One thing pretty much every small business wants is to increase sales and grow their business! Here’s a rundown of some fairly simple yet effective ways for doing just that. Concentrate on one or two to start, then add another as you incorporate each into your everyday routine.
1. Expand your offerings.
One relatively easy way to grow your business is by giving customers more opportunities to interact with you. This may mean adding a wider variety of products to what you’re selling or offering additional services under your business’s umbrella.
Be careful not to stray too far from your current, successful identity, but think about how to increase the scope of what you’re doing and who else you can appeal to. If you’re a manufacturer or retailer, add inventory that complements your current stock, or introduce a product line at a different price point to attract a broader range of potential customers.
For a service business, branch out into related areas in which you have expertise (or hire someone who does). A client who already has a relationship with you would be very likely to use you for another service you can provide.
Finally, extend your business’s physical reach. Open a new location. This could be a store, kiosk, or an e-commerce site. Target a new market for your existing products and services.
2. Sell online.
Adding an online component to your business can help you expand way beyond your current customer base. If you’re a brick and mortar retailer, add a web store into the mix. If you’re a restaurant, make it possible to order and reserve tables online. If you’re in a service business, make sure your website makes it easy to contact you and schedule appointments.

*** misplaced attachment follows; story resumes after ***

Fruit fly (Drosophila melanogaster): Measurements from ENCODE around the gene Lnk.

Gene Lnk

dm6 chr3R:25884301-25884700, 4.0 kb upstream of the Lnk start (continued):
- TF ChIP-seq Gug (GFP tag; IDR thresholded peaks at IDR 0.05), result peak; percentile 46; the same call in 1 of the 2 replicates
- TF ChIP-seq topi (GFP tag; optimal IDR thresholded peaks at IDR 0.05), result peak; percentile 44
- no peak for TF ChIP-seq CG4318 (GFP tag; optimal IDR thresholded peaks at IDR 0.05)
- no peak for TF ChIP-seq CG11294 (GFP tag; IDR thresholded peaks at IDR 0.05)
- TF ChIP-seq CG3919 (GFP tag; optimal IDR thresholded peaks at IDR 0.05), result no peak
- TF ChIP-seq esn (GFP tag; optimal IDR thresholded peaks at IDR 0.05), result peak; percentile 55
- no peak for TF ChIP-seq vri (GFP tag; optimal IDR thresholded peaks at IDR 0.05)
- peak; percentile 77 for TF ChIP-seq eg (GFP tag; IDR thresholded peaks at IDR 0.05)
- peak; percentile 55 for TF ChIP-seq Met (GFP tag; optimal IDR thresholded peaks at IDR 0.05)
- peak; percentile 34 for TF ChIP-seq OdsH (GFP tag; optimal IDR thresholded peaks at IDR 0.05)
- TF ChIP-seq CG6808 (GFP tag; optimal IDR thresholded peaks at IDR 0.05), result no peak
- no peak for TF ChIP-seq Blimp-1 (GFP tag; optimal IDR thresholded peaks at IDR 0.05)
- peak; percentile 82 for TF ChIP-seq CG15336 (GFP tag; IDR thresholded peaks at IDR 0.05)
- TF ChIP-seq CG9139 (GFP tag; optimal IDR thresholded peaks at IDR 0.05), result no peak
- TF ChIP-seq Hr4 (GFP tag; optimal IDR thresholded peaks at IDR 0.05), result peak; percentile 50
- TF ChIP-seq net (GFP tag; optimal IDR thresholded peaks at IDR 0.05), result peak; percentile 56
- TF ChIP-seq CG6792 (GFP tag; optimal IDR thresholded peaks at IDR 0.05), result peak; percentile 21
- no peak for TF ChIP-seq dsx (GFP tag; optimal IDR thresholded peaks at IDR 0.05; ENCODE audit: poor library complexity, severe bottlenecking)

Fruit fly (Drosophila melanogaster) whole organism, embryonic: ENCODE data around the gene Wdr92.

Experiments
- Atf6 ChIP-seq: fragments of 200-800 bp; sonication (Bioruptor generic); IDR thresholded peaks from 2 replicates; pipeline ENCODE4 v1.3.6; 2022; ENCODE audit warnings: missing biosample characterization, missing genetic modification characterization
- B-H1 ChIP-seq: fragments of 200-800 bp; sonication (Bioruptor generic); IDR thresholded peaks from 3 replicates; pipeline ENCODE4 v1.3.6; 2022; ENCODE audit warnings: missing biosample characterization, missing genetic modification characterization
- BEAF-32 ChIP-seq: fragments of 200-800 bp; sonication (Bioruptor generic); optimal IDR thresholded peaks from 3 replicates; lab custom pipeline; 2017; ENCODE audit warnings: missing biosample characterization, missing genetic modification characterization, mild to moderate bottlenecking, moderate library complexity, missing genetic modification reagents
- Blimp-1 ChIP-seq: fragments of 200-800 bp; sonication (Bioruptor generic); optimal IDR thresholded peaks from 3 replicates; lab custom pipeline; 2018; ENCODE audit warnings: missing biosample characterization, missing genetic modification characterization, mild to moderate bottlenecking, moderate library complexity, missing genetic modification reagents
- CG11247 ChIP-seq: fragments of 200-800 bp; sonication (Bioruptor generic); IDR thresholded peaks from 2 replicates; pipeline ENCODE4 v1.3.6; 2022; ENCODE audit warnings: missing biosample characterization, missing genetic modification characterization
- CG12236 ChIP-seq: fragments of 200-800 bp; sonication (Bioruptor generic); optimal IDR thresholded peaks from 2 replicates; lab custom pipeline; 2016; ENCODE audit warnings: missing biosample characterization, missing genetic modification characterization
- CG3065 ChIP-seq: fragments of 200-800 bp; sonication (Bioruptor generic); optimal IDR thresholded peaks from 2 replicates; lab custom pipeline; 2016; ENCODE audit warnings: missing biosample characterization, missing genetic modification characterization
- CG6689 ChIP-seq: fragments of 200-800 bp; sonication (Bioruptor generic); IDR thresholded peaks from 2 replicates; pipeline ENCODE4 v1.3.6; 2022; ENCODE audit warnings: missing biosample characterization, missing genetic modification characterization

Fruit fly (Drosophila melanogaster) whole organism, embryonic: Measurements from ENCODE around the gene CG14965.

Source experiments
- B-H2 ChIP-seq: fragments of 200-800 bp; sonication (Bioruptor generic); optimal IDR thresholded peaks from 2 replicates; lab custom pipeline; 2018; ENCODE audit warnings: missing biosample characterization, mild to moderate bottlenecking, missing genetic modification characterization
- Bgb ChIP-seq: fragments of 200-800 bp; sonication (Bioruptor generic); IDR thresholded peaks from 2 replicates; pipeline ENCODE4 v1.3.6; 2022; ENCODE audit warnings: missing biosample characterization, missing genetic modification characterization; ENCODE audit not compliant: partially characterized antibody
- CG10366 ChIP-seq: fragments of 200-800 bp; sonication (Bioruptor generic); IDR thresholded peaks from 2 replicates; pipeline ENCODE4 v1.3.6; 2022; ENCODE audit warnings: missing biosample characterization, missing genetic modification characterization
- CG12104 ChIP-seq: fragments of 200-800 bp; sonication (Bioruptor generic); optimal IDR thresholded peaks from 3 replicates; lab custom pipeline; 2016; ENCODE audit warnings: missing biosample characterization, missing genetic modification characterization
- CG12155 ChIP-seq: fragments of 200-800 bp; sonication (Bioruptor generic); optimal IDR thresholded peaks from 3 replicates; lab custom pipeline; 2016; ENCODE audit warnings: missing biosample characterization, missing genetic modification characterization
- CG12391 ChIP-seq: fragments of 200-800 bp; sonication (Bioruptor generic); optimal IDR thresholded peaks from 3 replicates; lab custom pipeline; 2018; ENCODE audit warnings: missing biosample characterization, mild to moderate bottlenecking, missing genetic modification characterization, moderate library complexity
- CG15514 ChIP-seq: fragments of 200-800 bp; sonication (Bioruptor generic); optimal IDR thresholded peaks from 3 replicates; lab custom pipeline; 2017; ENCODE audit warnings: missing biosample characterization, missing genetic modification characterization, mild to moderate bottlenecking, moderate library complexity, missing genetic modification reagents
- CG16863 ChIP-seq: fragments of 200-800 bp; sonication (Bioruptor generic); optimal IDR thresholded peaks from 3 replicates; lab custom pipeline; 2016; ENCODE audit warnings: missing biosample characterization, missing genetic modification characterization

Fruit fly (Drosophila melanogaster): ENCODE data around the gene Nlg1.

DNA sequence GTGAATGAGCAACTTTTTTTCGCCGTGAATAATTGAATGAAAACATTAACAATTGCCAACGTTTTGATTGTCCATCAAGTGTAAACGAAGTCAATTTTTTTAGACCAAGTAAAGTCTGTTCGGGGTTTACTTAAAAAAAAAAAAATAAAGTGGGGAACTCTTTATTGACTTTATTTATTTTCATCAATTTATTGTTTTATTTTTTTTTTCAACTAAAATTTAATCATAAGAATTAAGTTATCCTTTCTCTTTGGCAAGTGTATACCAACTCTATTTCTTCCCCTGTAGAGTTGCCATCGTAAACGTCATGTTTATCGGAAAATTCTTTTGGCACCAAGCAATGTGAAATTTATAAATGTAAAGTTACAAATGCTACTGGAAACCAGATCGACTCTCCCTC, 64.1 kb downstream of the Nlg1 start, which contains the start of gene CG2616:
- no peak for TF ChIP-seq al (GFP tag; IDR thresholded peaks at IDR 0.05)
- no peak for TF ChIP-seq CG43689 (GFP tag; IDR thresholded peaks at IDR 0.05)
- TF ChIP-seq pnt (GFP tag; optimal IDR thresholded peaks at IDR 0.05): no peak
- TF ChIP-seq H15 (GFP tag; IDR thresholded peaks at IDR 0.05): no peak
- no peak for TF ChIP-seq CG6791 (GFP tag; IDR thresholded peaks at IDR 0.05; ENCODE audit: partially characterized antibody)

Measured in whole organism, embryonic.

There are many options for how you can establish an e-commerce presence. Today, not only should your business be online to grow, it pretty much has to be just to survive. The Commerce Department says online sales grew almost 15% in the last quarter of 2014 compared to a year earlier. Don’t miss out on your piece of the pie!
3. Get more out of your existing customers.
The people who are currently doing business with you are among the best resources you have for growing your business. Not only are they a great source of referrals, but if managed correctly, they can provide you with even more business than you’re already getting from them.
Customer Relationship Management (CRM) software can help you track your current business and analyze who’s buying what. CRM is also used for keeping tabs on leads and prospects to make sure no one slips through the cracks.
Even if you decide not to use a CRM, examine your current business relationships for ways to increase sales. Launch a customer loyalty program to ensure more repeat business.
4. Turn your customers into salespeople.
No doubt about it, it’s hard to find less expensive and more effective word-of-mouth than people who are happy to do business with you. Many may share this information without prompting, but you can help the process along by offering incentives for doing so.
Put together a referral program and make sure your current customers are familiar with it. Reward your clients for sending you new business. Think along the lines of giving a free month of service, an extra percentage off, or even cold, hard cash. Whatever you choose, make it worth someone’s time and effort to refer you. Then, back it up with great service, making both your new and old customers happy with the relationship.
Encourage your customers to leave positive reviews for you on social media sites such as Yelp and Facebook.
5. Get the word out.
Existing customers are great, but you won’t be able to grow without adding to the pool. People can’t do business with you if they don’t know about you, so get a plan in place to make sure they do.
Ideally, your efforts will include paid advertising, social media, and a strong public relations effort. If you don’t know where to get started, talk to a couple of advertising agencies for ideas. Some ad agencies will coordinate a program at no cost to you (except for the cost of the media buy). They then get paid a commission from the media they buy on your behalf.